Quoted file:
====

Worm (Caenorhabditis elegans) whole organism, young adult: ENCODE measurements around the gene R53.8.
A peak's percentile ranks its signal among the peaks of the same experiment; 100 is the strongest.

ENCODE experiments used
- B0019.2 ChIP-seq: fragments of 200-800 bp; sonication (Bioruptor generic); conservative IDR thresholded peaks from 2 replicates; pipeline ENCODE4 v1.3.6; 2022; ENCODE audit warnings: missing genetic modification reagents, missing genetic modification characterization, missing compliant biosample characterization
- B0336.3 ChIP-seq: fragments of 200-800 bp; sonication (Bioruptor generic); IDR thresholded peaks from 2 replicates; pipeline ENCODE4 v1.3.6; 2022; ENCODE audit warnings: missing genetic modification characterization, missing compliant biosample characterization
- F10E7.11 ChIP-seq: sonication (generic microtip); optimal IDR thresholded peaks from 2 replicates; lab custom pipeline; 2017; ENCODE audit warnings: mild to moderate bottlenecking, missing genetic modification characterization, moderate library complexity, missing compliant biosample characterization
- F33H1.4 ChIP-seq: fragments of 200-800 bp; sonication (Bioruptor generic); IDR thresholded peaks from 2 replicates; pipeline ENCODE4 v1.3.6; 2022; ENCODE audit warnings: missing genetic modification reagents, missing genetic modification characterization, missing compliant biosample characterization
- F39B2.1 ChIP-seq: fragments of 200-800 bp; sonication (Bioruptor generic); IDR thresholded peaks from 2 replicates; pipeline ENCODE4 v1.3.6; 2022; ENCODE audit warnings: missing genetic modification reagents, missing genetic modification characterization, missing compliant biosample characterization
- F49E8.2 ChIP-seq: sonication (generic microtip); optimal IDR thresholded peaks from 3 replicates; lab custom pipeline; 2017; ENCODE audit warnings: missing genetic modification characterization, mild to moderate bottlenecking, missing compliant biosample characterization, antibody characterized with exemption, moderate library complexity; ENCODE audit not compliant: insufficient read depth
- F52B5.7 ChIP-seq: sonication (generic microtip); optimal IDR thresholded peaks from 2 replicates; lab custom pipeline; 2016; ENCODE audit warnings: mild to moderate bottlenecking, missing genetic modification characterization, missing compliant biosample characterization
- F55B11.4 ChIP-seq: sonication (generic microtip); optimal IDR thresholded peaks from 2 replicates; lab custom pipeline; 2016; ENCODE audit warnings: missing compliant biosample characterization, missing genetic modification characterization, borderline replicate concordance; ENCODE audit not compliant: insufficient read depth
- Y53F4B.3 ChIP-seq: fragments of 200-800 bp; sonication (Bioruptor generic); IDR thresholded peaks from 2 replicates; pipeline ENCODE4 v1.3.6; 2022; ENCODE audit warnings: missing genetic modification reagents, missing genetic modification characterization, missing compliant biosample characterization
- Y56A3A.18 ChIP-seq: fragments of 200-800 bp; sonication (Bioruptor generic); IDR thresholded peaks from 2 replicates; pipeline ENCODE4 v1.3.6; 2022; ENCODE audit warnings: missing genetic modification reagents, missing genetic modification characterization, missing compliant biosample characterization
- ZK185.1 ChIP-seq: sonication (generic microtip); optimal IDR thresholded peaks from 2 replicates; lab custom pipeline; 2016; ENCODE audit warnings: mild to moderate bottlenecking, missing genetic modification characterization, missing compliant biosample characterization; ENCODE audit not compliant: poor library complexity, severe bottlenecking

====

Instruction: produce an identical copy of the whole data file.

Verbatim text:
Worm (Caenorhabditis elegans) whole organism, young adult: ENCODE measurements around the gene R53.8.
A peak's percentile ranks its signal among the peaks of the same experiment; 100 is the strongest.

ENCODE experiments used
- B0019.2 ChIP-seq: fragments of 200-800 bp; sonication (Bioruptor generic); conservative IDR thresholded peaks from 2 replicates; pipeline ENCODE4 v1.3.6; 2022; ENCODE audit warnings: missing genetic modification reagents, missing genetic modification characterization, missing compliant biosample characterization
- B0336.3 ChIP-seq: fragments of 200-800 bp; sonication (Bioruptor generic); IDR thresholded peaks from 2 replicates; pipeline ENCODE4 v1.3.6; 2022; ENCODE audit warnings: missing genetic modification characterization, missing compliant biosample characterization
- F10E7.11 ChIP-seq: sonication (generic microtip); optimal IDR thresholded peaks from 2 replicates; lab custom pipeline; 2017; ENCODE audit warnings: mild to moderate bottlenecking, missing genetic modification characterization, moderate library complexity, missing compliant biosample characterization
- F33H1.4 ChIP-seq: fragments of 200-800 bp; sonication (Bioruptor generic); IDR thresholded peaks from 2 replicates; pipeline ENCODE4 v1.3.6; 2022; ENCODE audit warnings: missing genetic modification reagents, missing genetic modification characterization, missing compliant biosample characterization
- F39B2.1 ChIP-seq: fragments of 200-800 bp; sonication (Bioruptor generic); IDR thresholded peaks from 2 replicates; pipeline ENCODE4 v1.3.6; 2022; ENCODE audit warnings: missing genetic modification reagents, missing genetic modification characterization, missing compliant biosample characterization
- F49E8.2 ChIP-seq: sonication (generic microtip); optimal IDR thresholded peaks from 3 replicates; lab custom pipeline; 2017; ENCODE audit warnings: missing genetic modification characterization, mild to moderate bottlenecking, missing compliant biosample characterization, antibody characterized with exemption, moderate library complexity; ENCODE audit not compliant: insufficient read depth
- F52B5.7 ChIP-seq: sonication (generic microtip); optimal IDR thresholded peaks from 2 replicates; lab custom pipeline; 2016; ENCODE audit warnings: mild to moderate bottlenecking, missing genetic modification characterization, missing compliant biosample characterization
- F55B11.4 ChIP-seq: sonication (generic microtip); optimal IDR thresholded peaks from 2 replicates; lab custom pipeline; 2016; ENCODE audit warnings: missing compliant biosample characterization, missing genetic modification characterization, borderline replicate concordance; ENCODE audit not compliant: insufficient read depth
- Y53F4B.3 ChIP-seq: fragments of 200-800 bp; sonication (Bioruptor generic); IDR thresholded peaks from 2 replicates; pipeline ENCODE4 v1.3.6; 2022; ENCODE audit warnings: missing genetic modification reagents, missing genetic modification characterization, missing compliant biosample characterization
- Y56A3A.18 ChIP-seq: fragments of 200-800 bp; sonication (Bioruptor generic); IDR thresholded peaks from 2 replicates; pipeline ENCODE4 v1.3.6; 2022; ENCODE audit warnings: missing genetic modification reagents, missing genetic modification characterization, missing compliant biosample characterization
- ZK185.1 ChIP-seq: sonication (generic microtip); optimal IDR thresholded peaks from 2 replicates; lab custom pipeline; 2016; ENCODE audit warnings: mild to moderate bottlenecking, missing genetic modification characterization, missing compliant biosample characterization; ENCODE audit not compliant: poor library complexity, severe bottlenecking